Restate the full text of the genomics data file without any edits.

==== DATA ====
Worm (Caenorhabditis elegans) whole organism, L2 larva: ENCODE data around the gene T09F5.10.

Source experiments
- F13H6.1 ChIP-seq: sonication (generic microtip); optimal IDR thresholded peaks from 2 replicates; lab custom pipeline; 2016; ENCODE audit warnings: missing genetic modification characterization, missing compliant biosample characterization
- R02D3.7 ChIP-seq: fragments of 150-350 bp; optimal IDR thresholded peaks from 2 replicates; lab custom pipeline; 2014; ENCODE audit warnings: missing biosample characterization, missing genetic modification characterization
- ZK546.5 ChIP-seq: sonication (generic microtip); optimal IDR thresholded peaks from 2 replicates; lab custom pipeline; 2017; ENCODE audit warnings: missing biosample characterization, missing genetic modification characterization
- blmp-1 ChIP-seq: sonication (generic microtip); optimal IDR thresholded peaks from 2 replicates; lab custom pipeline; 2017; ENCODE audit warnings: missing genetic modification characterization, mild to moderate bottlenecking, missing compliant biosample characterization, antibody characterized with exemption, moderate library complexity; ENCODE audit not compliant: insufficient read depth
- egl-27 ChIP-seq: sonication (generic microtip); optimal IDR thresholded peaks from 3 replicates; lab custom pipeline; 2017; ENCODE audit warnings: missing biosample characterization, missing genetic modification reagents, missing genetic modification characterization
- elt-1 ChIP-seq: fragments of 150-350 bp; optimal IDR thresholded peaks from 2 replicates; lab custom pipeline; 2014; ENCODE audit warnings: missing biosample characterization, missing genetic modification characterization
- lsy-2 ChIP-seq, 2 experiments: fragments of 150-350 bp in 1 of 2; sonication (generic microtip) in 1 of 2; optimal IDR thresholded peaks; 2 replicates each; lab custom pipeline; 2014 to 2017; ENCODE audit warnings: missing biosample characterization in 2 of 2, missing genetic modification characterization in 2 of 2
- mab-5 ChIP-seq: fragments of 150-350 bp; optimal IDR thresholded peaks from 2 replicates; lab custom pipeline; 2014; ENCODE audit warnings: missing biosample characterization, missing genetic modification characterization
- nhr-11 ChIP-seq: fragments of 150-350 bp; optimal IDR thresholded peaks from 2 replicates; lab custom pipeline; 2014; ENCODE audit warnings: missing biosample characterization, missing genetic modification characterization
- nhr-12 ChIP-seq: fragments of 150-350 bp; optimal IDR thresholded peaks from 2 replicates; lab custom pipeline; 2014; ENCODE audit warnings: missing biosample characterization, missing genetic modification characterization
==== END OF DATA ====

Worm (Caenorhabditis elegans) whole organism, L2 larva: ENCODE data around the gene T09F5.10.

Source experiments
- F13H6.1 ChIP-seq: sonication (generic microtip); optimal IDR thresholded peaks from 2 replicates; lab custom pipeline; 2016; ENCODE audit warnings: missing genetic modification characterization, missing compliant biosample characterization
- R02D3.7 ChIP-seq: fragments of 150-350 bp; optimal IDR thresholded peaks from 2 replicates; lab custom pipeline; 2014; ENCODE audit warnings: missing biosample characterization, missing genetic modification characterization
- ZK546.5 ChIP-seq: sonication (generic microtip); optimal IDR thresholded peaks from 2 replicates; lab custom pipeline; 2017; ENCODE audit warnings: missing biosample characterization, missing genetic modification characterization
- blmp-1 ChIP-seq: sonication (generic microtip); optimal IDR thresholded peaks from 2 replicates; lab custom pipeline; 2017; ENCODE audit warnings: missing genetic modification characterization, mild to moderate bottlenecking, missing compliant biosample characterization, antibody characterized with exemption, moderate library complexity; ENCODE audit not compliant: insufficient read depth
- egl-27 ChIP-seq: sonication (generic microtip); optimal IDR thresholded peaks from 3 replicates; lab custom pipeline; 2017; ENCODE audit warnings: missing biosample characterization, missing genetic modification reagents, missing genetic modification characterization
- elt-1 ChIP-seq: fragments of 150-350 bp; optimal IDR thresholded peaks from 2 replicates; lab custom pipeline; 2014; ENCODE audit warnings: missing biosample characterization, missing genetic modification characterization
- lsy-2 ChIP-seq, 2 experiments: fragments of 150-350 bp in 1 of 2; sonication (generic microtip) in 1 of 2; optimal IDR thresholded peaks; 2 replicates each; lab custom pipeline; 2014 to 2017; ENCODE audit warnings: missing biosample characterization in 2 of 2, missing genetic modification characterization in 2 of 2
- mab-5 ChIP-seq: fragments of 150-350 bp; optimal IDR thresholded peaks from 2 replicates; lab custom pipeline; 2014; ENCODE audit warnings: missing biosample characterization, missing genetic modification characterization
- nhr-11 ChIP-seq: fragments of 150-350 bp; optimal IDR thresholded peaks from 2 replicates; lab custom pipeline; 2014; ENCODE audit warnings: missing biosample characterization, missing genetic modification characterization
- nhr-12 ChIP-seq: fragments of 150-350 bp; optimal IDR thresholded peaks from 2 replicates; lab custom pipeline; 2014; ENCODE audit warnings: missing biosample characterization, missing genetic modification characterization